What does that mean for business? Jazaieri posits. “While the future of work is still to work hard while you’re at the office, you likely won’t see those vacation days stacking up or going unused. You likely will see Slack messages going unread over the weekends.”
So it’s not that the latest iteration of worker has become lazier or less inclined to work. It’s that they’re no longer willing to work jobs that don’t work for them. Or, they’re not keen to bend over backward for jobs that don’t return the favor. Goodbye hustle culture; ta-ta lean-in girl bosses; ciao rise-and-grinders. Perhaps our society’s one-sided love affair with workaholism has run its course.
Take, for example, “quiet quitting.” Albeit a misnomer, the term was popularized during the pandemic referring to employees doing exactly what’s required of them according to their job description—no more, no less. (See also: work-to-rule and acting your wage.) No more giving 110%. No more staying late and coming in weekends. While some may bemoan quiet quitting as the downfall of productivity, others are applauding the end of something that’s caused so much burnout.
Young workers are also following the trend that Millennials started of switching jobs fairly frequently, Jazaieri says. “They’re looking for a sense of community with others in the organization.” That means they want to feel a sense of membership or belonging, as well as what Jazaieri calls positive regard: The idea “that they can be themselves at work so people can really know them and for people to accept who they are,” she says. Employees also want to have a sense of influence and responsibility, even if they’re just starting out.
Alain Gamas ’22 says he knew going into college that he wanted to do something he was proud of and passionate about. He’d always liked numbers, so he double-majored in finance and economics. “I love that macro image of the world, and looking at things in the big picture, and the theory of why things happen, and why the world moves,” he says. After graduation, Gamas landed a dream gig in Apple’s finance development program, which rotates fellows to new teams within the company’s finance department over the course of two years.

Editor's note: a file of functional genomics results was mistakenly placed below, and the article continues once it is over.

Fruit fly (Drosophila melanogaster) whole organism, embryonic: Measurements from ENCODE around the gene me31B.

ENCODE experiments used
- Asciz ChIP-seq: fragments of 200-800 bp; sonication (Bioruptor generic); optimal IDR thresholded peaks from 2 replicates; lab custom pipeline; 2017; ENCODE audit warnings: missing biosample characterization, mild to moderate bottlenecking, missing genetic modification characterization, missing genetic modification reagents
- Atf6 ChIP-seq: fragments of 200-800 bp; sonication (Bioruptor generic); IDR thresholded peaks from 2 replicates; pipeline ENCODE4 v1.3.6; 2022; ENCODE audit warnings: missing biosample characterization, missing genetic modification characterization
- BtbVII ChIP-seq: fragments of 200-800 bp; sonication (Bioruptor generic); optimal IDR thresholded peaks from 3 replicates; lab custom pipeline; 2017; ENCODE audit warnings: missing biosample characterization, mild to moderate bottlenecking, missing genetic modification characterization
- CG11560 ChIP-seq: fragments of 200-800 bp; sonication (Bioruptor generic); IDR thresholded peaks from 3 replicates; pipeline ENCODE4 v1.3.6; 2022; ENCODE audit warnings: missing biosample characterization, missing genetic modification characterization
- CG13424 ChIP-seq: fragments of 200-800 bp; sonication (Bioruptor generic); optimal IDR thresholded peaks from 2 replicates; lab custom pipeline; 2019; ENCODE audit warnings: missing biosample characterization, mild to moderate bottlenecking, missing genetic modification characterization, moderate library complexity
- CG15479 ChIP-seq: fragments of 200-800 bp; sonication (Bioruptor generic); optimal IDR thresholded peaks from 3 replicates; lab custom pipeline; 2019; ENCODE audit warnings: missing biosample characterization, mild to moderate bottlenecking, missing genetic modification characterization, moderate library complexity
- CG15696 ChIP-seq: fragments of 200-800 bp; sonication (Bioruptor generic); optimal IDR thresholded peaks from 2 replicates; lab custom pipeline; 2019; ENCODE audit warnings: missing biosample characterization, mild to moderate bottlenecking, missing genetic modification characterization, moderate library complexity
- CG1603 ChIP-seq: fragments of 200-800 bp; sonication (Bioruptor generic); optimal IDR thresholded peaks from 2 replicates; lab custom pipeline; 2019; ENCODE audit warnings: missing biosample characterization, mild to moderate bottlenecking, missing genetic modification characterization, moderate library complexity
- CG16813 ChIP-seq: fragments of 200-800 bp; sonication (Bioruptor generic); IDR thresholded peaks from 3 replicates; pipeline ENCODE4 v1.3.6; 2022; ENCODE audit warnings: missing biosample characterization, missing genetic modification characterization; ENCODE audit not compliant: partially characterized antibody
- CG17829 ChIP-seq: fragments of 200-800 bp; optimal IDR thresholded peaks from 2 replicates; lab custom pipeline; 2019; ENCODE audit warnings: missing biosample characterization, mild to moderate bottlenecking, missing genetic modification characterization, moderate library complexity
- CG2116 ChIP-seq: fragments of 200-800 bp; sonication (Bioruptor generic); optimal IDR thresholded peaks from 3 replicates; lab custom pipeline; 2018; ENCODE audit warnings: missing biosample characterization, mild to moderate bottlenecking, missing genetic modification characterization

Gamas acknowledges that he’s in the minority of people his age landing their dream jobs just after graduation. But he’s not too worried about friends and peers who haven’t, yet. “We used to think of work as: You go into a corporate world—and people used to be pretty loyal—you made a career out of one company, and you stayed there for 30, 40, 50 years until you can finally retire. And now that’s not the case,” he says. “Today, it’s like, if your manager isn’t treating you right, it’s as easy as saying, ‘Bye! I’m just going to go find another job.’”
To be fair, statistically, the average worker in the U.S. typically stays at a job only for about five years. It’s been that way since 1983, according to a 2018 report from the Bureau of Labor Statistics. But it’s worth noting that young people like Gamas consistently recite this myth that older workers are more loyal to their employers; it says something about the way the latest generation of workers conceive of the 50-some years they’ll spend on the job, or jobs.
And while Gamas has peers who have rejected job offers because they didn’t fit within their dreams (an unfathomable concept to this Millennial writer who graduated during the Great Recession), he knows plenty more who took a job to pay rent. “I know three people that graduated in January  who’ve already been through two jobs… their mentality going in was, ‘I’ll just be here as long as I need to be,’” he says with a shrug.
It sometimes feels to Gamas like his generation is getting judged because the older generations “think we switch too much or want too much or demand too much. But really, we just have more options than ever before, we’re more connected in this age of information,” he says. “Maybe that’s unfair compared to how older generations had to get their start but I think we can all benefit from feeling empowered to demand what we think we deserve.”